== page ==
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There was an abundance of good news on the trade front this past week.  On May 17, Secretary of Agriculture Sonny Perdue announced Japan had agreed to eliminate restrictions on beef imports from the United States. The U.S. now has full access as Japan eliminated the over-30-month age rule.  Think about this for just a moment; Japan is already the largest international market for our beef. Last year exports to Japan were over $2 billion.  Now that the over-30-month rule is gone, it is expected to increase exports to Japan in the range of $150 to $200 million annually.

According to U.S. Meat Export Federation (USMEF) Economist Erin Borror, “Beef muscle cuts from over-30-month cattle that are most likely to achieve success with Japanese buyers include short plate, chuckeye rolls, short ribs, middle meats, clods and briskets. Beef variety meat items most likely to be in demand include mountain chain tripe, tongues, outside skirts, hanging tenders, abomasum and intestines.”

Later the same day, the Office of the U.S. Trade Representative (USTR) announced the removal of Section 232 tariffs on steel and aluminum imports from Mexico and Canada and these very same countries’ eliminated tariffs on U.S. goods, namely U.S. red meat to Mexico and prepared beef products to Canada.

There had been 25 percent tariff on steel and a 10 percent duty on aluminum imports.  Canada and Mexico both said the main reason why they agreed to do away with the tariffs on goods from the United States was because the metals tariffs were lifted and the key fact the U.S. did not replace them with a quota system or another limitation on trade.  It sounds like this very fact had been what was holding up getting the United States Mexico Canada Agreement (USMCA) in place.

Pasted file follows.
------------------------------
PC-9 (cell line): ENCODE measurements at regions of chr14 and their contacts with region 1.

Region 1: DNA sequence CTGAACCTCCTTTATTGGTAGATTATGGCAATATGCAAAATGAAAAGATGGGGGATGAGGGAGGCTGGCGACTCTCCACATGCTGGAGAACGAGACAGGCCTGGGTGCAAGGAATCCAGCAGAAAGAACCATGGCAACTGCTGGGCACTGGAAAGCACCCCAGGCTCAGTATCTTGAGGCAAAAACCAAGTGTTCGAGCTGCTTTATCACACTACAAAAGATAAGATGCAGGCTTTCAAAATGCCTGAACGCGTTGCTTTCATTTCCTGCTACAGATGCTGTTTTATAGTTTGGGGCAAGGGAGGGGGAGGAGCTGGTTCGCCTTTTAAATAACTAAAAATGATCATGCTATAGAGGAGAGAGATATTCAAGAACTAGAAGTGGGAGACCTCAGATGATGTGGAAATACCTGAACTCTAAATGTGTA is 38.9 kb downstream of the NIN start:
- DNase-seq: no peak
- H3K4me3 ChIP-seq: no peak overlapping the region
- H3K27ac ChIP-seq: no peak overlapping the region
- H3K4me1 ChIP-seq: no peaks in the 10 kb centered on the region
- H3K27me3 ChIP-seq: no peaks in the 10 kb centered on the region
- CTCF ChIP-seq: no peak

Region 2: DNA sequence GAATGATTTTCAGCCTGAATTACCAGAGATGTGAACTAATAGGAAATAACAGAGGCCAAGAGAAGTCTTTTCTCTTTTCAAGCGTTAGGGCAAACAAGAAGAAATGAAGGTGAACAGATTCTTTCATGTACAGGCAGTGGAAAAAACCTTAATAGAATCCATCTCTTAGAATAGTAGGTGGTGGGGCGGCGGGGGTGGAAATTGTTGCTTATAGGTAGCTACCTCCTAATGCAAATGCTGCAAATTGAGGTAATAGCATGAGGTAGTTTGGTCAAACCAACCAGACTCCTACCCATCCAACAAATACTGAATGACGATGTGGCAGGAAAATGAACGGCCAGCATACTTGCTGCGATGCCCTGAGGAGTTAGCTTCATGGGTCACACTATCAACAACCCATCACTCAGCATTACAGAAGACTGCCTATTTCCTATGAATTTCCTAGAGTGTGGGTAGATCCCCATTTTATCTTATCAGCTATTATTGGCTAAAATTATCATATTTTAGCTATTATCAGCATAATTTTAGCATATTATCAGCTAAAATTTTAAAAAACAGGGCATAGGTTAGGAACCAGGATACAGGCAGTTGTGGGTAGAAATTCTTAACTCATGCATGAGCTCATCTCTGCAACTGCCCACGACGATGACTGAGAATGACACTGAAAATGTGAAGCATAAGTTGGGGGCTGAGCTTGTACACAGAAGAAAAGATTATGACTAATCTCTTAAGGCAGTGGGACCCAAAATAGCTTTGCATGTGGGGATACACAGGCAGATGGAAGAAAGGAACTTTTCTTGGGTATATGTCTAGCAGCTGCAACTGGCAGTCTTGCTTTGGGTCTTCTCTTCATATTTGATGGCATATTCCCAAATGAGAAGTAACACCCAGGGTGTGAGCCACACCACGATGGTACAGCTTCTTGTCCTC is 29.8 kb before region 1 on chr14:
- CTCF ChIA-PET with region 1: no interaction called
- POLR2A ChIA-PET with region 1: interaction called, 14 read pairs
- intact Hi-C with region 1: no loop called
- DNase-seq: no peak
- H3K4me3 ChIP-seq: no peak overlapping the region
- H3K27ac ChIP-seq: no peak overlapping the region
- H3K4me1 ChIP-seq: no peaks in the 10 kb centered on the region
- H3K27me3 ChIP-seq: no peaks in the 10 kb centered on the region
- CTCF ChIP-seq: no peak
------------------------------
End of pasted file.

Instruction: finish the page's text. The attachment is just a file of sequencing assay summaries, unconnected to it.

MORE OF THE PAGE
“Elimination of Mexico’s 20 percent retaliatory tariff on U.S. pork, which has been in place since mid-2018, is absolutely critical to the U.S. pork industry’s profitability,” Borror said, noting that first-quarter pork exports to Mexico declined by $109 million year-over-year.

“Canada also imposed a 10 percent retaliatory tariff on cooked beef products from the United States, which had a negative impact on exports of those items (which totaled $168 million the previous year),” Borror said.

She adds that the U.S. tariffs on steel and aluminum imports from Canada and Mexico and the subsequent retaliatory tariffs represented a major obstacle for ratification of the new U.S.-Mexico-Canada Agreement (USMCA), so “elimination of these tariffs should boost momentum for USMCA.”

It is finally nice to have some good news to talk about regarding trade.  Wish I had positive news about negotiations with China, but I don’t.

We are now nearing the end of May with Memorial Day right around the corner.  I hope everybody takes a few minutes to reflect and give thanks to those soldiers who lost their lives fighting for the freedoms all of us enjoy in this great country.

Memorial Day is also a time to remember all of our family members who have passed before us.  Dad’s 89thbirthday would have been May 28… sure do miss him!  Happy Birthday in Heaven, Dad.

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